Album Review: Susanne Sundfør—“Ten Love Songs”

By Melissa Vincent

During an interview, Susanne Sundfør spoke about attempting to make an album about violence then realized they are almost always entangled with love and relationships. Instead, what she ended up with was Ten Love Songs about how individuals relate to one another. For those familiar with her earlier work, the most apparent difference on her newest album is a step towards a more pop-oriented atmosphere while remaining within the realm of sunless, baroque electronica. Throughout the album, Susanne deals with love’s ubiquitous range of iterations. While some recognize it’s sincerity and fulfilling capacity, most identify it’s incongruity and even self-destructive nature. It’s a lovers playlist for individuals who have found one another but probably shouldn’t have.

On Ten Love Songs,  Sundfør would more likely be grouped alongside Sia and Robyn than Jenny Hval or The Knife as her prior releases The Brothel or The Silicone Veil might suggest. Her collaborations with both M83 and Röyksopp speak volumes to her current associations within the global electronic scene and you can hear Anthony Gonzalez’s influence all over the album’s dramatic, orchestral centerpiece, “Memorial.” However, what was distinguished Sundfør from other vocalists who exist to  pepper IDM tracks with an anchoring chorus is her interest to experimentation.

Album art for Ten Love Songs

Album art for Ten Love Songs

Both “Fade Away” and “Slowly” employ the same goofy alien synths that Lil B is so fond of while “Insects” borrows notes from Chicago drill and abrasive glitch. It’s a brutal assault but catchy enough to have been a B-side on Primal Scream’s “Accelerator”. Elsewhere, “Kamizaze” feels fit to make appearance at Digital Dreams. Manufactured to be a dance-floor ready success, it’s blows it’s big tent appeal up with existential questions and a steady bass only to burst on an enormous EDM chorus. With actual fireworks in the hook and a neon coloured synth line, it’s demands a collective reaction that will probably be given by thousands of underage MDMA rollers. It’s tacky but catchy as fuck and you can’t help but you’re rooting for her the same way you would if Björk attempted a country song.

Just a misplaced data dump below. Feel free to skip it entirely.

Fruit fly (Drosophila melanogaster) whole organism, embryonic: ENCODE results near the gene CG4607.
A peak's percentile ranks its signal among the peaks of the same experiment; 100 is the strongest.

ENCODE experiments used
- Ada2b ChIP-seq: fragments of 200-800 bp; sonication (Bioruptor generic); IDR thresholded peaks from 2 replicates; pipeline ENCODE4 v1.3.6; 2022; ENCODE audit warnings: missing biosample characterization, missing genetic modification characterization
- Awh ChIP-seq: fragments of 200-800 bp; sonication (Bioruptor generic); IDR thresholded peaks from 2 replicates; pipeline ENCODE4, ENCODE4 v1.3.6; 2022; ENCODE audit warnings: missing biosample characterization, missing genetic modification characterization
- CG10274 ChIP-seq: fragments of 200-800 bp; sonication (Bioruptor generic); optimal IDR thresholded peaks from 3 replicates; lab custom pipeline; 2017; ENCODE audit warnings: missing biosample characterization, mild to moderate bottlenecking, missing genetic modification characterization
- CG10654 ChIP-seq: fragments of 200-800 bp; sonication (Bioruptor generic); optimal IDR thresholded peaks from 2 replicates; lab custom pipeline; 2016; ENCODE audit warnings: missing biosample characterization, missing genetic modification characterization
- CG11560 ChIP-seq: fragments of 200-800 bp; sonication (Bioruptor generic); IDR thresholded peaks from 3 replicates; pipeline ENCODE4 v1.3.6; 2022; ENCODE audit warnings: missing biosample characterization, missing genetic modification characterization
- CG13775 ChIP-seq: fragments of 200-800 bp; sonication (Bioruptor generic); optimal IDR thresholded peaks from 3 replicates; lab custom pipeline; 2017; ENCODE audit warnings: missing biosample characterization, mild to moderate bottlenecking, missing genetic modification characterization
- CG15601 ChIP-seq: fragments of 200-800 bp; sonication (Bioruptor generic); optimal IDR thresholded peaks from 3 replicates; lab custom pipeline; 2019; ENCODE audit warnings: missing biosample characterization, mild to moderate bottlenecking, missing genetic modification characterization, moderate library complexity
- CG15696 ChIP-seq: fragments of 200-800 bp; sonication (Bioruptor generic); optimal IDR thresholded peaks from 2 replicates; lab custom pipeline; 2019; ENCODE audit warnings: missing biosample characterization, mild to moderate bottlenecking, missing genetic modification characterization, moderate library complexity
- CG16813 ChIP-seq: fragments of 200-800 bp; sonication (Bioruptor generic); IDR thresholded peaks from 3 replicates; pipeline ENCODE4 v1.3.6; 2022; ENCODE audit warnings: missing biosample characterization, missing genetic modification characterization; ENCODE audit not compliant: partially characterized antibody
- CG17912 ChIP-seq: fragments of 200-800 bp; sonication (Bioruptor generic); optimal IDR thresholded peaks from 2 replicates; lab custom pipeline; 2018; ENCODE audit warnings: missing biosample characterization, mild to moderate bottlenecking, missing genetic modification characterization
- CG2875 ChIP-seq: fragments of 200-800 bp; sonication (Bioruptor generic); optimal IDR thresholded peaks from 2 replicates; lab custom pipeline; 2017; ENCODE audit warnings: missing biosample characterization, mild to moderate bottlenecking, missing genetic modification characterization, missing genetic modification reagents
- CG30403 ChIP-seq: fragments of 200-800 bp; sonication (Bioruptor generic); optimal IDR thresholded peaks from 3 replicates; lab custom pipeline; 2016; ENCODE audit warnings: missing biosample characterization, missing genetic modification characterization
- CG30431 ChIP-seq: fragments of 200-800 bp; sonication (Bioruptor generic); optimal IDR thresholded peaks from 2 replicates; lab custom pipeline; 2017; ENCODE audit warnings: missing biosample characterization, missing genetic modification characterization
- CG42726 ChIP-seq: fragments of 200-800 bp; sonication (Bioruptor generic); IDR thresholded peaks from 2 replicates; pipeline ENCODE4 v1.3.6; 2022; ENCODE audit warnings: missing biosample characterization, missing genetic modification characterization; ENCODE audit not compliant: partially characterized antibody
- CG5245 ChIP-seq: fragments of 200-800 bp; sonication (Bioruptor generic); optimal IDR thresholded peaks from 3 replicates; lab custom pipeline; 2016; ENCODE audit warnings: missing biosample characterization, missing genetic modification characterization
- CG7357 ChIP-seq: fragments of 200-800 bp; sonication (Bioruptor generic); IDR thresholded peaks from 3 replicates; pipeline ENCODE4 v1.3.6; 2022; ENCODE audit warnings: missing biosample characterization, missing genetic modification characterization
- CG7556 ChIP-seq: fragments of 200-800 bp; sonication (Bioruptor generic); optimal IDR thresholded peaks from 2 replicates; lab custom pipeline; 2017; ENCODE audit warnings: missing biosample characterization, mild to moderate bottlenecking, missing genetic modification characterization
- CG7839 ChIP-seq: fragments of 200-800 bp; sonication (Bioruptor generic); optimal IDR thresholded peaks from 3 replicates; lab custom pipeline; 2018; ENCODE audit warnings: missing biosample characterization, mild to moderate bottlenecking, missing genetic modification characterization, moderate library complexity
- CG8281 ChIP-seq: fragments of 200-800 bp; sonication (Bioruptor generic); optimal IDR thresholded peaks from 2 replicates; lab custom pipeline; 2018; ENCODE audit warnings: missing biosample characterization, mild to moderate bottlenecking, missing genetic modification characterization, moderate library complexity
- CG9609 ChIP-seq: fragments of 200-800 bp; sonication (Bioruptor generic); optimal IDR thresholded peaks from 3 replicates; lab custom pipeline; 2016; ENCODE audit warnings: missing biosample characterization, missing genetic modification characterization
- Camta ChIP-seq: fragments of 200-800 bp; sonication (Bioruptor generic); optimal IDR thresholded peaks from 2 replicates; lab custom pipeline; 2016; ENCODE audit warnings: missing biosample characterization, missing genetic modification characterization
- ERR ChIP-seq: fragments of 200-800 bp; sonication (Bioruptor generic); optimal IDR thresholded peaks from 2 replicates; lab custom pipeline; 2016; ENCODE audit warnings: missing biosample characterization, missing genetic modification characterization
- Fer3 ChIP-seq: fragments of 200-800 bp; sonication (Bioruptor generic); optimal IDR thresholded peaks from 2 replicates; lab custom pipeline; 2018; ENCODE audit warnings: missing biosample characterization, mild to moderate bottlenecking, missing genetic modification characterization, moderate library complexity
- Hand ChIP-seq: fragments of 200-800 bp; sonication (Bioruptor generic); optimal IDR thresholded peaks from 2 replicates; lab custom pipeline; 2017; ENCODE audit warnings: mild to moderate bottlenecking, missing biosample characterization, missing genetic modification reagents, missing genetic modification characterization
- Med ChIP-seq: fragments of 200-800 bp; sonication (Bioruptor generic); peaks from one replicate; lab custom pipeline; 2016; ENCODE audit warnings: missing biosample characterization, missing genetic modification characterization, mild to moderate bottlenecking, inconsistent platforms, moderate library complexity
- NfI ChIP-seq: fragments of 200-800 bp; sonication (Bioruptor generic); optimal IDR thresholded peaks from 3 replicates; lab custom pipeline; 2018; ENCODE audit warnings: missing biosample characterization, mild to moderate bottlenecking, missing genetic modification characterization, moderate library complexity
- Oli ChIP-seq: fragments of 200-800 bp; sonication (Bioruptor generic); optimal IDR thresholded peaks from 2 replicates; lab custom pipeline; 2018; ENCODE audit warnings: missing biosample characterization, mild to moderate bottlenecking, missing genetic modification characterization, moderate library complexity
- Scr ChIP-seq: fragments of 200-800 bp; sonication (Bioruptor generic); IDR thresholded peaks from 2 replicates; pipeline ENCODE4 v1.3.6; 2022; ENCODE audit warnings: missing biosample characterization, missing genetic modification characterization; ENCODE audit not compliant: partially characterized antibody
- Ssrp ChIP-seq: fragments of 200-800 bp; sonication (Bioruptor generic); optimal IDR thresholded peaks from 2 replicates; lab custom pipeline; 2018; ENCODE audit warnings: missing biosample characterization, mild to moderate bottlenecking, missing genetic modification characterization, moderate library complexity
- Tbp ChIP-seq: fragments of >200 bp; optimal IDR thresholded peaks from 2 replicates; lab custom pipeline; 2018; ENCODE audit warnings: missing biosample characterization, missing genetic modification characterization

It’s essential to look instead at what Ten Love Songs is doing as opposed to what it is. It’s her most accessible work to date but also her strangest. While Sundfør is not the first nor will she be the last to release a weird but accessible pop album, what sets Ten Love Songs apart is how extensive that gradient is.  What she has added to the paradigm of powerful voiced, female fronted pop music are a collection of songs that can appeal to the masses without stepping outside of her her artistic comfort zone. Radio friendly anthems are placed next to a classical composition that drones beautifully for more than 10 minutes. It really shouldn’t work but it does.

While this may not be Sundfør’s most cohesive work or thematically realized work to date, it by far her boldest. Not for her 19th century eco-feminist imagery or bone tingling swing sections but by giving us an erratic pop album that breaks a mould that everyone from St. Vincent to Lorde have attempted to copyright. It is not a departure from the darkened chamber pop of her prior releases but what a step towards what that genre is allowed to encompass. On “Slowly”, Sundfor reminds us that “we have different heartbeats but all the same heartbreak”. Pop music will always hit the listener the same way but on Ten Love Songs, Sundfør reminds us how irregular that heartbeat can be. (Warner Music Norway)

Listen: “Fade Away”


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